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A bar code secret

To get a really accurate measurement of the bar width of your bar codes, you should verify them using an approved bar code verifier which will give you the full analysis of bar width, contrast, potential light margin errors and the rest of the measurements which gives you your CEN/ANSI/ISO grade. However, there is a little trick that ‘not a lot of people know’ which involves only visual inspection, which can be a handy tool……


The guard bars in a EAN 8, EAN 13, UPC A & UPC E code (these are the ones, 3 pairs, which are a little longer than the other bars in your code) are comprised of three elements – bar, space, bar – these three elements should be the same width.


Just RightJustRightToo FatTooFatToo Thin

Why is bar width important..?

Bar codes are made up of bars and spaces and the width of those elements is critical for the formation of each digit within your 8 or 13 digit code. The contrast difference between bars and spaces is also what a machine depends upon to decode the bar code number – this may seem blindingly obvious and it’s only when you study a reflectance profile ( a graph which denotes in essence, how a scanner ‘sees’ a code) that with some codes, the difference is not sufficient between bars and spaces, to read the number! If you imagine the bars getting wider and wider, squeezing the spaces tighter and tighter, eventually the space becomes too small and the reflectance of that space becomes lower – in other words it appears grey or black. Alternatively, if your bars become too thin, your code becomes difficult to print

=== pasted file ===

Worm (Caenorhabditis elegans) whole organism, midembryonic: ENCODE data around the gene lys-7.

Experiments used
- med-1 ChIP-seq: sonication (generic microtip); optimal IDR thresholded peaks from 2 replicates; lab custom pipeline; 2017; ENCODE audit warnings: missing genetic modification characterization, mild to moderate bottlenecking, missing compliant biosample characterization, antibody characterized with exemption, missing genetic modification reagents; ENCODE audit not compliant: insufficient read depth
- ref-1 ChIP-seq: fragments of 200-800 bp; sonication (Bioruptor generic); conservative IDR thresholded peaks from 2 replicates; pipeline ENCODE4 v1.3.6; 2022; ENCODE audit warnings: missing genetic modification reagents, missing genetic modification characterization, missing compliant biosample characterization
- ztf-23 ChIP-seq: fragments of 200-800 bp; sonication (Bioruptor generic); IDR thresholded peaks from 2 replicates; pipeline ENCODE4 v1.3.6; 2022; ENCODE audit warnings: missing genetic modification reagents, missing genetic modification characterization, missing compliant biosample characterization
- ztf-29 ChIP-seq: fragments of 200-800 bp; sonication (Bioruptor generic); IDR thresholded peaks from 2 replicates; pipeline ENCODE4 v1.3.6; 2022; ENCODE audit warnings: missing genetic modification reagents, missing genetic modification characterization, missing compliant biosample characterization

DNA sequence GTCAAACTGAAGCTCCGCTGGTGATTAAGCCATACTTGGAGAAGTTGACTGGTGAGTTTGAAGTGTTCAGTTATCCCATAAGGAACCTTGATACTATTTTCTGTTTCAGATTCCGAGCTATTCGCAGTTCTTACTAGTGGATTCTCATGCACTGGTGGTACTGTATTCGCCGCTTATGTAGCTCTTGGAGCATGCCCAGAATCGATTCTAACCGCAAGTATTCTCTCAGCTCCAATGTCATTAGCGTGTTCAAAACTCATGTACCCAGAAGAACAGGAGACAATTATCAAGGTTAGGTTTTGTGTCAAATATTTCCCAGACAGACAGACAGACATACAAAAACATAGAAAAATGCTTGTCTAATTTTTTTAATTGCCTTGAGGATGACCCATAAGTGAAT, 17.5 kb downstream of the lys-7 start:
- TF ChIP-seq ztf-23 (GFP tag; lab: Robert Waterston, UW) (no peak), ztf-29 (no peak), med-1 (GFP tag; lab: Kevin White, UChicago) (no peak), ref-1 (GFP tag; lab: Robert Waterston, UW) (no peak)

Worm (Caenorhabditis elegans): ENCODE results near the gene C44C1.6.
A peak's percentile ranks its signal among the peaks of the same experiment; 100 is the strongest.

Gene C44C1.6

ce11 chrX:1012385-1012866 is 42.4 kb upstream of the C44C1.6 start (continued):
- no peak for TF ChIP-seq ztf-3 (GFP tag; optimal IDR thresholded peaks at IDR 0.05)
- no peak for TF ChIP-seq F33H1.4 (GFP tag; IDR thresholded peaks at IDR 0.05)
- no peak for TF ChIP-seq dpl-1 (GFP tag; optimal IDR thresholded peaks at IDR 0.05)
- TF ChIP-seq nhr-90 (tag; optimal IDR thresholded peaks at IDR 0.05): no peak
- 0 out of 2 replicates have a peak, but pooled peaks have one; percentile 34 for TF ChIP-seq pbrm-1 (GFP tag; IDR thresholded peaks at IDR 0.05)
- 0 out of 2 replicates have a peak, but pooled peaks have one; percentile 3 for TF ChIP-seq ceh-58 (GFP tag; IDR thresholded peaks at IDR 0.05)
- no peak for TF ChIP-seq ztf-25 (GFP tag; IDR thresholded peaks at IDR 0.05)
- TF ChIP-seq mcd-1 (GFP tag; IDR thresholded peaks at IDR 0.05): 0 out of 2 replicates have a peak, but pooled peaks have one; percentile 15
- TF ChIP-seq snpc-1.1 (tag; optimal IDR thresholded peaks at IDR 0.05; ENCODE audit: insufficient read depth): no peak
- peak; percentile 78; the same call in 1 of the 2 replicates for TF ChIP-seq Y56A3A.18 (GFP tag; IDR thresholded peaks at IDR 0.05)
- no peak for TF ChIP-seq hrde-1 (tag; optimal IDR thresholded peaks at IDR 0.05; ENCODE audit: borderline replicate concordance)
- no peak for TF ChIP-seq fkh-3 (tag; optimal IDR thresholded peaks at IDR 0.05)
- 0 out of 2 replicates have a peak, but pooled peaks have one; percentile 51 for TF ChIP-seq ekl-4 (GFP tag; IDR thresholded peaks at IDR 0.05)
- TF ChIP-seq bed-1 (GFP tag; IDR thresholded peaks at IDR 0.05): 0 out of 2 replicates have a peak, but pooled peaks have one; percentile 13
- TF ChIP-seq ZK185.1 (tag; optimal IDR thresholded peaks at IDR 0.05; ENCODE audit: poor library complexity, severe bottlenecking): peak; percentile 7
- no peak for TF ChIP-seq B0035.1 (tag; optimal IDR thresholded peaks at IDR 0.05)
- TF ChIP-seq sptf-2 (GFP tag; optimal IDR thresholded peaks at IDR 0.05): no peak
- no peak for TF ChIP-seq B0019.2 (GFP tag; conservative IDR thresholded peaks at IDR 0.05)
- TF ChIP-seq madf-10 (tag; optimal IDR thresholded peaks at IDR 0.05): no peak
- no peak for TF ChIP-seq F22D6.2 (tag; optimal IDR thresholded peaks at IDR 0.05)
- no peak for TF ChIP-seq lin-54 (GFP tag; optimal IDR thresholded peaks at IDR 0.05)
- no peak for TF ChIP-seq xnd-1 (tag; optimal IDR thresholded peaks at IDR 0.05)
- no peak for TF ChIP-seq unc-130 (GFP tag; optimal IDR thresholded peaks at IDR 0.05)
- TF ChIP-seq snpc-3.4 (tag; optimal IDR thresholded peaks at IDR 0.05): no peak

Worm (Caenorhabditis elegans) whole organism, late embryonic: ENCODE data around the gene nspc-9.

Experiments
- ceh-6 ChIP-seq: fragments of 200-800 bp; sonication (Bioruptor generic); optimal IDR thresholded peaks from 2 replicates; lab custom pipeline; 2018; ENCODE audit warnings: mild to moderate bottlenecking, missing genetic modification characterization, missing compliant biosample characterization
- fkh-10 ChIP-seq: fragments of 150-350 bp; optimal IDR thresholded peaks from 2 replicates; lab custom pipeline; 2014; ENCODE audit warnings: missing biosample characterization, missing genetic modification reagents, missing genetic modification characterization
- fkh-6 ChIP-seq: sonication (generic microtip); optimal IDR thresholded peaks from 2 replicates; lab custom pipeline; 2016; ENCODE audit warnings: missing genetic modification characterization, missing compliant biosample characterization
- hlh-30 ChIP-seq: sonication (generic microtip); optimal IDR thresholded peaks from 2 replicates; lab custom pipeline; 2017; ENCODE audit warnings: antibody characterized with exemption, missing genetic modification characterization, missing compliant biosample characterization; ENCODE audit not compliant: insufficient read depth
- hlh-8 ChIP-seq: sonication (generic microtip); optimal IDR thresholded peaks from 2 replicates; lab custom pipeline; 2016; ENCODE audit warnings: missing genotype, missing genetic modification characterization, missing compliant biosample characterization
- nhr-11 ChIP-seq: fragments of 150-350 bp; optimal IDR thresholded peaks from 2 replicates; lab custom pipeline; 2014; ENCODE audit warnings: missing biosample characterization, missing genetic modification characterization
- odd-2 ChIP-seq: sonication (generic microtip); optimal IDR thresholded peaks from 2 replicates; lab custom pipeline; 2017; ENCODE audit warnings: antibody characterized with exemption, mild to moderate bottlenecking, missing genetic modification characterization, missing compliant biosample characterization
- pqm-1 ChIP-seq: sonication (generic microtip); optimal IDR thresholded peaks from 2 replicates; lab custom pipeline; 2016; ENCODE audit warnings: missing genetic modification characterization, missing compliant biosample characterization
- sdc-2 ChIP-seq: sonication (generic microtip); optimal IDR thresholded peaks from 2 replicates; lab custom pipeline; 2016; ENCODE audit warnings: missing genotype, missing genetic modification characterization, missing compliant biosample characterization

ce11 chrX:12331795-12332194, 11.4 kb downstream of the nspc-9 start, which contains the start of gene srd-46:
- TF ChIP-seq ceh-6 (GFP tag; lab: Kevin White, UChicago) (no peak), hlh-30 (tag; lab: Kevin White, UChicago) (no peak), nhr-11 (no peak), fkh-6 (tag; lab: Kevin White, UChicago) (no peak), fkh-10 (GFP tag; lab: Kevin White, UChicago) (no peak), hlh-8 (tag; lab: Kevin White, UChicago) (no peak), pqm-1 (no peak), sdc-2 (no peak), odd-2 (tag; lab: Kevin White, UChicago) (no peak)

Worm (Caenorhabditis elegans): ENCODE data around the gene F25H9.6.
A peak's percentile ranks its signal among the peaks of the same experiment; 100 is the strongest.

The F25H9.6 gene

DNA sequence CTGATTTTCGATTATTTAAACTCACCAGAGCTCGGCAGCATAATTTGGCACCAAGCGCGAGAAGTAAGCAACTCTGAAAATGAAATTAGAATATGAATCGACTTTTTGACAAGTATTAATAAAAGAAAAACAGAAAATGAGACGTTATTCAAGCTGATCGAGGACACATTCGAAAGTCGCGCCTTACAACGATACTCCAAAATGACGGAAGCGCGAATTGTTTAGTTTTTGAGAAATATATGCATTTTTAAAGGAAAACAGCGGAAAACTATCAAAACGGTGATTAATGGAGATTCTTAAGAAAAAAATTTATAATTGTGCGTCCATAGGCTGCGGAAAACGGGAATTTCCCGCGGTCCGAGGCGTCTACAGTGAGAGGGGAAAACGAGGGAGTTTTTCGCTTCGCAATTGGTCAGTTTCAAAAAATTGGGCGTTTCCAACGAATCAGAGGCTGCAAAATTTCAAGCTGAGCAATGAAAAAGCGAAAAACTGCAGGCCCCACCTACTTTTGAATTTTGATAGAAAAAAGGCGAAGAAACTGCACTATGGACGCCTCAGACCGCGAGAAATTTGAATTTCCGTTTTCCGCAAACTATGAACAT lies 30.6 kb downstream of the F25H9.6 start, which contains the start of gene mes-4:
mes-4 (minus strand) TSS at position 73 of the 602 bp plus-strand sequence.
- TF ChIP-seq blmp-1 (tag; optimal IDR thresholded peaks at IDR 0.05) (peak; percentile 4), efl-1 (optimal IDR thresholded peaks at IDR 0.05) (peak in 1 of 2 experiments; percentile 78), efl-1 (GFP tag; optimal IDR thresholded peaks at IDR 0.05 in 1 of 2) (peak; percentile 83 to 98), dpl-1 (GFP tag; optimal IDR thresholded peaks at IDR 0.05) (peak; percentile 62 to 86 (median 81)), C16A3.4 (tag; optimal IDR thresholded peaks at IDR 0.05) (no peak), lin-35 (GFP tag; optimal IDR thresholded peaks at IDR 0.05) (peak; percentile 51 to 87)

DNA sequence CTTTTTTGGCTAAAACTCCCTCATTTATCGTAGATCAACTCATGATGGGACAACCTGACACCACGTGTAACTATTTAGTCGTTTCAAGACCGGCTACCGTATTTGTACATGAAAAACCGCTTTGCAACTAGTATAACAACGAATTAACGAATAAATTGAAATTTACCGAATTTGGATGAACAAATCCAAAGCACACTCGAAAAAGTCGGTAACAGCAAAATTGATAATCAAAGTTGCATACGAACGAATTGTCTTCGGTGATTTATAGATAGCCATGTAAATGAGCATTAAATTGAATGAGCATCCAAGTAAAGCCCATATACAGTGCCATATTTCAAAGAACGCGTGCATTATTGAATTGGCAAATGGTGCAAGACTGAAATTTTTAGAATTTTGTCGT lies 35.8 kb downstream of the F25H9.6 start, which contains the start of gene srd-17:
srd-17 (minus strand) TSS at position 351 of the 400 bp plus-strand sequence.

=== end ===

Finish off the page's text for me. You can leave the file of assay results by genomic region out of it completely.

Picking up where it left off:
What should you do about bar width errors…?

It depends on how your bar codes were generated. In the ‘real world’ bar code examples above, the centre one (‘too fat’) was produced on a thermal printer onto a tag – you may well produce these in your business. Quite often, when bars are too wide, turning down the burn temperature on your print head, will result in a thinning of the bars. If they are too thin, turn up the temperature.


If your codes have been supplied by an artwork house and are outside the specification, you may need to have a word with your printer to make sure that sufficient bar width gain has been accounted for (or loss, with some printing techniques)


As a rule of thumb, it is better to be a little on the thin side than too wide. Also, try to standardise on a minimum of 100% magnification factor for all of your codes – that way, you have a greater tolerance for bar width variance.

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A Bar Code Secret
How to spot whether your bar code is too thin, too fat or just right!

COVID-19,  July 14th 2020

The PM has decreed that from Friday 24th July, face coverings must be worn in all shops, to help prevent any further up-tick in the R Rate…..

In the devolved regions of Wales & Scotland, further loosening now allows households to meet indoors in a single property, self catering (with own facilities) holidays are now permitted and the 5 mile travel restriction has been lifted.

We recognise that during this pandemic, you will have adopted some very different work patterns – such as how you receive goods and paperwork etc.

We want you to know that we will work closely with you to fall in-line with these new practices, so that we can help to minimise the risk of infection thereby helping our communities and our brilliant NHS.

Wishing you and all your families the very best in these highly challenging times.

Peter Williams